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LG EL9500 (15EL9500) review: LG EL9500 (15EL9500)

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The Good Incredibly deep black levels; vibrant colours; smooth motion.

The Bad Hugely expensive; tiny screen area; only offers a 720p resolution.

The Bottom Line The 15-inch LG 15EL9500 TV is an impressive showcase for OLED technology, but its sky-high price tag and tiny screen mean it isn't exactly ready for prime time.

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7.5 Overall

No, your eyes aren't deceiving you, the LG 15EL9500 really is just 15 inches in size, yet costs a whopping £1,500 or thereabouts. So what is it about this display that makes LG think you should part with the equivalent of £100 per inch of screen space?

The high price is due to the fact that the TV uses OLED technology instead of the more familiar plasma or LCD technologies found in other flat-screen sets. In fact, this is only the second TV to hit the UK market using this display technology. The other model was the smaller, 11-inch Sony Bravia XEL-1 which was priced at a staggering £3,500, making the HD Ready 15EL9500 seem like a bargain in comparison.

Ole, Ole, OLED!

OLED is an exciting technology because, unlike traditional LCD displays, it doesn't use a backlight. Instead each pixel is individually lit and, consequently, OLED screens are capable of delivering incredibly deep black levels, as well as searingly bright colours. The lack of a backlight also means that OLED displays can be much, much thinner than traditional plasma or LCD screens.

OLED displays have already started to become relatively common in mobile devices. They're found in Samsung's Galaxy S and Google's Nexus One mobile phones, for example. But manufacturers have had problems scaling the technology up to work at larger screen sizes suitable for use in TVs.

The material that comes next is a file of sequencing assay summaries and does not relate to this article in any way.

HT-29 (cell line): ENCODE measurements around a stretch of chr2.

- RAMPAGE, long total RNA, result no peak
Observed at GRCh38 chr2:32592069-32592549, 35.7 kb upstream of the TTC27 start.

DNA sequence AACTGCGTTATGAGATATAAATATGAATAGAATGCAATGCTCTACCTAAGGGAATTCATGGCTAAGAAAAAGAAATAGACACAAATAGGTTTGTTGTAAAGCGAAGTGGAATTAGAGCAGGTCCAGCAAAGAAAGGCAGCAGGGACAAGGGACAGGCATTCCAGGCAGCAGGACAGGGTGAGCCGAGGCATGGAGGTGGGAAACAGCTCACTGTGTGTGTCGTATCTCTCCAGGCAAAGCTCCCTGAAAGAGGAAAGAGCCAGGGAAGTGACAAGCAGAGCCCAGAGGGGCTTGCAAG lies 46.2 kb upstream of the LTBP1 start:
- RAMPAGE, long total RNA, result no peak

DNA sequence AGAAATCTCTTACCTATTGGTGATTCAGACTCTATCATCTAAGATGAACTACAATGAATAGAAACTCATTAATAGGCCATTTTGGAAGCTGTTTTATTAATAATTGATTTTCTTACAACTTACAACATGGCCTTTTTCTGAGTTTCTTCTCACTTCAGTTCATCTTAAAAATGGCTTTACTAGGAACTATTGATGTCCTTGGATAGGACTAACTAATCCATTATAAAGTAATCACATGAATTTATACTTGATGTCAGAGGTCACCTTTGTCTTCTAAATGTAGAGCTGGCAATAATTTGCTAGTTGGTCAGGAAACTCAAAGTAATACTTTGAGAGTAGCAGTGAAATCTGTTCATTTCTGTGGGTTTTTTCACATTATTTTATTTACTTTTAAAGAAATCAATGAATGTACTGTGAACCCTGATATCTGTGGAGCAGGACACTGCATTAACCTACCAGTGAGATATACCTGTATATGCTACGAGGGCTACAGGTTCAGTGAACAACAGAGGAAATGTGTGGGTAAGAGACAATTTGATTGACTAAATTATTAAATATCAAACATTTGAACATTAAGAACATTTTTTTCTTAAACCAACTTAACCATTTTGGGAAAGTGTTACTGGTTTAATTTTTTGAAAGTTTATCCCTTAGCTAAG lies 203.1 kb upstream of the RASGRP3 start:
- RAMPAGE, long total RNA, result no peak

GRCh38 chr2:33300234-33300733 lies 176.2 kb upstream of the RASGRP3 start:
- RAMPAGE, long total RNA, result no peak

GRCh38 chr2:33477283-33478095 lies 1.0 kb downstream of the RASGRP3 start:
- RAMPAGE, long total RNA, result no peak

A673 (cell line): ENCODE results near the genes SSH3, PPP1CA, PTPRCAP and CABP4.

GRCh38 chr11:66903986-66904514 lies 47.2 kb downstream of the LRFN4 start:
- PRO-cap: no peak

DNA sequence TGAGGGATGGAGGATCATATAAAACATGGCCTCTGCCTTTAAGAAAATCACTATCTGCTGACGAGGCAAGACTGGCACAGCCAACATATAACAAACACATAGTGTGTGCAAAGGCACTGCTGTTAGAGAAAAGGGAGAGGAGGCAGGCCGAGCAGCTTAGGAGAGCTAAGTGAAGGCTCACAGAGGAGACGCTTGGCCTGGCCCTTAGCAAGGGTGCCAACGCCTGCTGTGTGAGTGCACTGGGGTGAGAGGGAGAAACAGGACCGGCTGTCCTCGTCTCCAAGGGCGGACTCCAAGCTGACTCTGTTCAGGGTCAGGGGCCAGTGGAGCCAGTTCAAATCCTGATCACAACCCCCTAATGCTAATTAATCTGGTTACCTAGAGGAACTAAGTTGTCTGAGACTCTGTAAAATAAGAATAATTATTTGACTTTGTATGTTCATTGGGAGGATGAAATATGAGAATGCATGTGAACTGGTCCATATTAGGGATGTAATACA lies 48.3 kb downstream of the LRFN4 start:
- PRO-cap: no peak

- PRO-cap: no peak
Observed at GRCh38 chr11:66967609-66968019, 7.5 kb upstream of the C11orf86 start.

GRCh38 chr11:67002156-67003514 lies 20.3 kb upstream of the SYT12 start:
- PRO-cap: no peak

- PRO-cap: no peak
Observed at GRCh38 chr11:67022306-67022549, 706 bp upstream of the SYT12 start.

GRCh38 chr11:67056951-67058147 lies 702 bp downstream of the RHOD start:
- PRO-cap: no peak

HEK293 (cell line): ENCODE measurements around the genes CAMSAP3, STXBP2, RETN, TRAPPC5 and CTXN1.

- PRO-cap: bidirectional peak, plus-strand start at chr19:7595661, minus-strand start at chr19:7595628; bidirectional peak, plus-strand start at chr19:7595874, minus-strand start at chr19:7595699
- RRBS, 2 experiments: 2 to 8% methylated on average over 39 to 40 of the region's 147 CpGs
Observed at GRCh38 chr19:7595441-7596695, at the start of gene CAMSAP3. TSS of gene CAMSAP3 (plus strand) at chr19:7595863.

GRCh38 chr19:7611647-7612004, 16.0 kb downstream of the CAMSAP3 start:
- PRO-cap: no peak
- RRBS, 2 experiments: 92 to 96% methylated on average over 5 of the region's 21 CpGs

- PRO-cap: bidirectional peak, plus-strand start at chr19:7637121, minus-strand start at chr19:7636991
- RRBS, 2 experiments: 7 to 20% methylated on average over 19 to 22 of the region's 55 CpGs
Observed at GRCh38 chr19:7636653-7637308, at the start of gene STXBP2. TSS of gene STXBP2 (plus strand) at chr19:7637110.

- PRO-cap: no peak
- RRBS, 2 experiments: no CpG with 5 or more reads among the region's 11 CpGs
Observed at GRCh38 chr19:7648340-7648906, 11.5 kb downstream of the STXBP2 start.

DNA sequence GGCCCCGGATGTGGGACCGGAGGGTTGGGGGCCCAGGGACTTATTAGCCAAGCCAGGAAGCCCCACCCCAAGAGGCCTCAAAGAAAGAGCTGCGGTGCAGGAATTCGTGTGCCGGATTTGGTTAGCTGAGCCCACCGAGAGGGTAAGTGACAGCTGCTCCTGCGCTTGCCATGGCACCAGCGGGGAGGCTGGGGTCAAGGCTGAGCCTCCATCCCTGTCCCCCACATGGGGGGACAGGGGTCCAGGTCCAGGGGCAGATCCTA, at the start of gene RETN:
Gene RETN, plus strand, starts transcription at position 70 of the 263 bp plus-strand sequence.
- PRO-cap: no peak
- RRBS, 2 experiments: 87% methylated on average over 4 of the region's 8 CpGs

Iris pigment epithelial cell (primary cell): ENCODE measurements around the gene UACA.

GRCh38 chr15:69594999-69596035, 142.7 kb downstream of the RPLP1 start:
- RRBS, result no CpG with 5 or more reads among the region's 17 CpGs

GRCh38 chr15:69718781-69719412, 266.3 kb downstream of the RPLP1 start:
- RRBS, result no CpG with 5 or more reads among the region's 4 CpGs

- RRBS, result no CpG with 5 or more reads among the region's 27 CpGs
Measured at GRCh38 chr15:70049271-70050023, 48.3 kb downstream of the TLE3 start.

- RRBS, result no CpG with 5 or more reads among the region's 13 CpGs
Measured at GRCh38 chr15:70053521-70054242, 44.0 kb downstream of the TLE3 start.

One of the reasons for this is that OLED screens use three organic compounds to produce the red, green and blue colours that form the basis of their pictures. The blue compound has a shorter lifespan than the two other colours. This makes larger screens difficult to produce and leads to more faulty screens rolling off the production lines, which in turns pushes up the cost.


It's perhaps unsurprising, then, that this set has such a small screen area. When you first take it out of the box, though, it's the screen's skinniness that really takes your breath away -- it's a mere 3mm deep.

The set is quite stylish too, in a minimalistic sort of way. The bezel is very narrow and it's finished in a brushed, black metal finish. Across the bottom, there's a thin, silver line housing the tiny legs that the screen sits on. The display doesn't have a traditional pedestal stand, but instead uses a folding A-frame design. It's at the rear of this frame that you'll find the various connection sockets.

The graphically rich menus are a piece of cake to use.

As you'd expect from a TV of this size, there aren't that many ports on offer. In fact, all you get is a mini-HDMI socket and a USB port. There isn't even room for a full-size aerial connector. Instead, you have to use an adaptor cable that houses the connections for both the aerial lead and the power socket (the TV uses an external, laptop-style power supply).

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